Australia’s least cynical weekend?

Wasn’t it better during the Howard government, when we weren’t able to quantify how dim Australia’s best and brightest actually were? Or how few ideas they had?

Putting aside completely the merits of the individual proposals, some of the ‘new ideas’ that have been aired include: a republic, an aboriginal treaty, bill of rights, subsidies for energy saving devices, taxes on junk food, etc etc etc.

About the only idea in the list on the SMH website that does not appear every single day in the national media and on talk back radio is the idea that the tax code should be made even more progressive – when most media commentators criticise Australia’s tax system, their criticism isn’t that it is too flat.

When the ideas are not entirely banal they are entirely predictable. The cultural stream wants a national cultural policy, and a culture minister to manage it. Anybody who has ever been to one of the dozens of similar conferences that are held each year around the country will be familiar with the inevitable proposal to have a federal ‘minister for the future’ or something equally as daft.

And yet, the ideas aren’t the point – even the ones that haven’t been rehearsed over and over already in the public sphere.

2020 is a grand spectacle, an elaborate theatrical show complete with movie stars and comedians and passion and energy and geniuses and journalists, all of which is supposed to symbolise the federal government’s break with the dark Howard past. All levels of government and all sectors of the economy are present under the guiding hand of Canberra to work together for a progressive Australian future.

2020 is like a successful version of Brendan Nelson’s listening tour – a publicity stunt designed specifically to fill the Rudd government up with enough political capital to pursue a second and third term. After all, is it really too cynical to believe that this major government conference has a political agenda? (That is, apparently, too much for even the federal opposition to believe)

This weekend just goes to show how utterly credulous Australia’s public intellectuals actually are.

(I wrote about the summit when it was first announced: “Rudd summit puts con into consensus“. I think it holds up.)

Crossposted at

7 thoughts on “Australia’s least cynical weekend?

  1. Yes… I often hear people complain that “people are so cynical these days” – but a healthy cynicism is a good thing. I’m surprised to see the number of people who have fallen for this con – not just people I would normally deride as “lefties.”

    Clearly, people aren’t cynical enough… or perhaps they’re cynical about the wrong things (namely, the notion that individuals can’t be trusted to do the right thing, but if you centralise everything, it will make it all better)

    Most of the ideas are, predictably, about controlling people – getting them to make the “right” choices. Parliamentary quotas for indigenous; a “junk food” tax; ban smoking; subsidising the arts, and on it goes.

    I was initially surprised to read that they’d suggested tax reform, until I read further on the reforms they had in mind.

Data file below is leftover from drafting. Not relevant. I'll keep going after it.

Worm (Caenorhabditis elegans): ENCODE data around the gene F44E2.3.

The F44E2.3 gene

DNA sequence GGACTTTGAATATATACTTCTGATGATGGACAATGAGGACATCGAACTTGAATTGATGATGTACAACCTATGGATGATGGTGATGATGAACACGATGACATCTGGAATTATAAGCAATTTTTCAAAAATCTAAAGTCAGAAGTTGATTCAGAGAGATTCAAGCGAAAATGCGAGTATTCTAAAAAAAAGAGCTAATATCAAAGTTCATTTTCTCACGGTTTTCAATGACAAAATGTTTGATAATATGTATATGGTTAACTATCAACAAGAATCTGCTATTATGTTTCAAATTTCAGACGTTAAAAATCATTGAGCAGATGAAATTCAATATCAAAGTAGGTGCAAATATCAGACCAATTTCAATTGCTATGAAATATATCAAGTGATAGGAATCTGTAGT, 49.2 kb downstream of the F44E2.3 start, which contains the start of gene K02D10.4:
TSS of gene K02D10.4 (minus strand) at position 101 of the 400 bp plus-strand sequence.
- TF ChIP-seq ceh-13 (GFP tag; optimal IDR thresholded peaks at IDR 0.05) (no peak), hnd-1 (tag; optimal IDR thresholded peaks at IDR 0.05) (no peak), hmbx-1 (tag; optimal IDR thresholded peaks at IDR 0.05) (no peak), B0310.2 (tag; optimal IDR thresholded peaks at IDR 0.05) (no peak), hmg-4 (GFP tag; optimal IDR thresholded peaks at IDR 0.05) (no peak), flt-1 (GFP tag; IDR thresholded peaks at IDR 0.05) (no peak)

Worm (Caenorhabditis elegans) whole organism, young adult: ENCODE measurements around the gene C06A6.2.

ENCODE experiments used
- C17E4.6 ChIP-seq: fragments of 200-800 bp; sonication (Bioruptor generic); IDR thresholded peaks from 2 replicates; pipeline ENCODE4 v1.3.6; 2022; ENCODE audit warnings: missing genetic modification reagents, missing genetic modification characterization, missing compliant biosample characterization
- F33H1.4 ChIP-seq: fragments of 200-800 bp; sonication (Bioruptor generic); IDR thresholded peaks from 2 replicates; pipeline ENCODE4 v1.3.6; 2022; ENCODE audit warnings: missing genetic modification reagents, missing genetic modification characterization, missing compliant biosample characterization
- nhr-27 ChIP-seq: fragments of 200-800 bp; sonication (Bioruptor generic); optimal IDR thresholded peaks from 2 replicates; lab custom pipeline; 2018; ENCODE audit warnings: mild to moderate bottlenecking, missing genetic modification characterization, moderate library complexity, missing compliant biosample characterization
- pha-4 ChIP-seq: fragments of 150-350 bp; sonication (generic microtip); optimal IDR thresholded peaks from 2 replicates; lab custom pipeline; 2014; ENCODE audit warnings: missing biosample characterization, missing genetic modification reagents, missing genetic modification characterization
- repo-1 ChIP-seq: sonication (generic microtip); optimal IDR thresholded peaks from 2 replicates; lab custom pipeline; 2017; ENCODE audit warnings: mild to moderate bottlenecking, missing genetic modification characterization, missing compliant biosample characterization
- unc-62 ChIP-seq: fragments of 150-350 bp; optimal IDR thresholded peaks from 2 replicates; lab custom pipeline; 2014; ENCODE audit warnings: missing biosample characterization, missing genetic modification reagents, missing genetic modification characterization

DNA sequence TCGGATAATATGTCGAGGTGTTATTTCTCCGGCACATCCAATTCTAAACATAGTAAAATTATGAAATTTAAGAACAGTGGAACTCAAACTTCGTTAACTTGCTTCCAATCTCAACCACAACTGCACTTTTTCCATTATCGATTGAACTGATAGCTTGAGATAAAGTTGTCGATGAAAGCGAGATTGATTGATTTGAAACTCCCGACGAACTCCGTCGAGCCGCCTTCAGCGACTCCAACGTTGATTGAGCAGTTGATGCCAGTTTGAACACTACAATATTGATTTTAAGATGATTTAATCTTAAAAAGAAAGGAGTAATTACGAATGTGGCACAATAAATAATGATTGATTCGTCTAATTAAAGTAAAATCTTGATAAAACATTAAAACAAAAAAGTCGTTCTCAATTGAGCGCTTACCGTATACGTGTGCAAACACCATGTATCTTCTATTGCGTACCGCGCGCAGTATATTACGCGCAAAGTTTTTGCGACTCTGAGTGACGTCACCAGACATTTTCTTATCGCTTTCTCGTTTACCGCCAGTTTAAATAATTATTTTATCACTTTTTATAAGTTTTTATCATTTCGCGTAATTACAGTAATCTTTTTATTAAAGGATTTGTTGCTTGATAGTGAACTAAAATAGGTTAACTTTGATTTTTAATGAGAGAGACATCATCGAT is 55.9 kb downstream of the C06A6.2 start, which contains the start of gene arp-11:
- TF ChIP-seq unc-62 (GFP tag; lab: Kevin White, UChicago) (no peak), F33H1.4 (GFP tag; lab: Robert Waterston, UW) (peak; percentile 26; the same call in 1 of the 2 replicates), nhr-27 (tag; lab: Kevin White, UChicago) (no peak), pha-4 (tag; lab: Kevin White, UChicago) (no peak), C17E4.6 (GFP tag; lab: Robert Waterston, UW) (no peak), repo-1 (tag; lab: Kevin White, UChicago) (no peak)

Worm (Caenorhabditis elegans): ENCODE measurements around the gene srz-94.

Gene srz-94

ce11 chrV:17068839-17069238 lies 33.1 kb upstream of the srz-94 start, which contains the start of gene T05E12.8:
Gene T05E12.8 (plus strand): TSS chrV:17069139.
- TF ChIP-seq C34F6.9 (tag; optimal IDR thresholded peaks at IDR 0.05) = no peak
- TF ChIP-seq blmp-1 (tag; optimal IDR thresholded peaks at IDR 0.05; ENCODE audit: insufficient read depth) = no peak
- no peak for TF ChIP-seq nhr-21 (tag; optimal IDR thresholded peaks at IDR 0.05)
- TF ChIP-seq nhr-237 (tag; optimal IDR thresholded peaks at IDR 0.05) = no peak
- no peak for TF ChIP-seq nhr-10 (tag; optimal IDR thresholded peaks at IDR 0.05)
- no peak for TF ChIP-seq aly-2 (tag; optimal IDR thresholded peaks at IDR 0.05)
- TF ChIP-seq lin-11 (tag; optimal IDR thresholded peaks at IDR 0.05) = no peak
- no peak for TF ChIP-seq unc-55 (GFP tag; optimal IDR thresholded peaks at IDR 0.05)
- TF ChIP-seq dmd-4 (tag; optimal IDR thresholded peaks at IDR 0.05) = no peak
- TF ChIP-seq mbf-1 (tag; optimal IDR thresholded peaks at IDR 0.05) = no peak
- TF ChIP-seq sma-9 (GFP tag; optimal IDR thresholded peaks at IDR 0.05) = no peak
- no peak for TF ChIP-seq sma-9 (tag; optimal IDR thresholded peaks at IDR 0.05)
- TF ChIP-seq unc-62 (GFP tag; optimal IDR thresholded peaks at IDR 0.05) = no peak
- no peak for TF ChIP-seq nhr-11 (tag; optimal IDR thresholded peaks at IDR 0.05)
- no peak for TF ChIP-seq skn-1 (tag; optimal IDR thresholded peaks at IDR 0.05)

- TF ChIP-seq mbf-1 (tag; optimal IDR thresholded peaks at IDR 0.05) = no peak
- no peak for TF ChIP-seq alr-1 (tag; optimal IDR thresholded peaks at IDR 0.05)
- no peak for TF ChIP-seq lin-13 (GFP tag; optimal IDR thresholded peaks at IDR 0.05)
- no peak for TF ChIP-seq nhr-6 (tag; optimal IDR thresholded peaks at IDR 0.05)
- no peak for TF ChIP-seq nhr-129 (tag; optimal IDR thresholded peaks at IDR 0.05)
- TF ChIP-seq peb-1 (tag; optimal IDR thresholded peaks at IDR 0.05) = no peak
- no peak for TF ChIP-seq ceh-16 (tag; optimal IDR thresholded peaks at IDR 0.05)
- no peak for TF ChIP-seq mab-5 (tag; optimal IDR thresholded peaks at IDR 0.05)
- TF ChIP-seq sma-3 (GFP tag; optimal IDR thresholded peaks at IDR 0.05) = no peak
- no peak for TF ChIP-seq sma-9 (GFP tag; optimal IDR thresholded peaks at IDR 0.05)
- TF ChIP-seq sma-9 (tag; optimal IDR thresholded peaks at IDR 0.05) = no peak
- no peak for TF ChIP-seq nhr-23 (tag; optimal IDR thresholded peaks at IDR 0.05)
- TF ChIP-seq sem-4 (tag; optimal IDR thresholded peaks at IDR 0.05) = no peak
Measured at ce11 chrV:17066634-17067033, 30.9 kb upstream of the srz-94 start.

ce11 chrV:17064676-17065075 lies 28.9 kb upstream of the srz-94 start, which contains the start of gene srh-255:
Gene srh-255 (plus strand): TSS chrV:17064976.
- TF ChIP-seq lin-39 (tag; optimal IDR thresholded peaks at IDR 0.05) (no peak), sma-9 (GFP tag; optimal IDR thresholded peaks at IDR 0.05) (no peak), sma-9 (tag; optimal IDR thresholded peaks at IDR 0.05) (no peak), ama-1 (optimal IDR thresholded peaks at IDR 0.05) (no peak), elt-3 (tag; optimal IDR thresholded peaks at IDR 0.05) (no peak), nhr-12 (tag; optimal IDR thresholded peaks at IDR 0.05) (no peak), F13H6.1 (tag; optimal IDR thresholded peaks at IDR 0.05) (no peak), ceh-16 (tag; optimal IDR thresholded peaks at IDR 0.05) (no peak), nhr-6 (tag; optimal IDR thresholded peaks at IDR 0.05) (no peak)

2. Cynicism is a euphemism for realism. Seeing things the way they really are, instead of the way we’d like them to be.

    *Hans Selye

    He was a pioneer in endocrinology. Brilliant.


    Did anyone notice the way Rudd referred to Peter Garrett during his closing speech? I got the distinct impression there was some antagonism there. Anyone else sense that?

  3. Every single word that came out of the mouthy of these participants was about signing some toothless motherhood statement cooked by African tinpot dictators and Islamofascist nutters (tragically the same intellectual source of most the Aboriginal Industry hawkers) or the government handing over huge chunks of money to ghettoised “cultural identity” interests. I hate to sound like my grandfather but none of them seem even remotely concerned with “where’s the money coming from?”

  4. I agree the policies being trotted out in this exercise are both predictable and based on discredited assumptions. I similarly doubt any of them will be taken seriously – the Labor Party has been hearing them for a long time. The “public intellectuals”, left/progressives to a (wo)man, are merely excited because they have a new forum.

    Perhaps I am being a Pollyanna, but I don’t think that makes the exercise a complete sham. The process itself may have the positive effect of encouraging people to believe they could (if they wish) engage with the government. That’s important, whatever the size of the government.

    The smarties who blog hear already know they can make themselves heard at a political level. But I know many people who are quite disengaged from government and consider themselves utterly powerless.

    From the perspective of the LDP that is a problem. We need people to believe their opinion counts, and to be searching for a way to be heard. They won’t get a chance at the summit and in any case won’t have a high opinion of most of its participants. But the fact it occurred may make them recognise that it’s possible to be heard. Even if it only makes them think more carefully about how to vote, it won’t hurt.

    I suspect a cost-benefit assessment might show there are plenty of cheaper ways to achieve such an outcome, but I’ll leave that to the economists.

  5. Bolt has some good stuff to say about it. I like his conclusion:

    The summit was always likely to encourage people to think government was the answer – which is the reflex of the Left. And indeed, the vast majority of ideas assumed exactly that – that the answer was more government money, more laws, more quangos, more bureaucracies. Rudd, our Chief Bureaucrat, has triumphed.

    There’s also a thread going at Catallaxy

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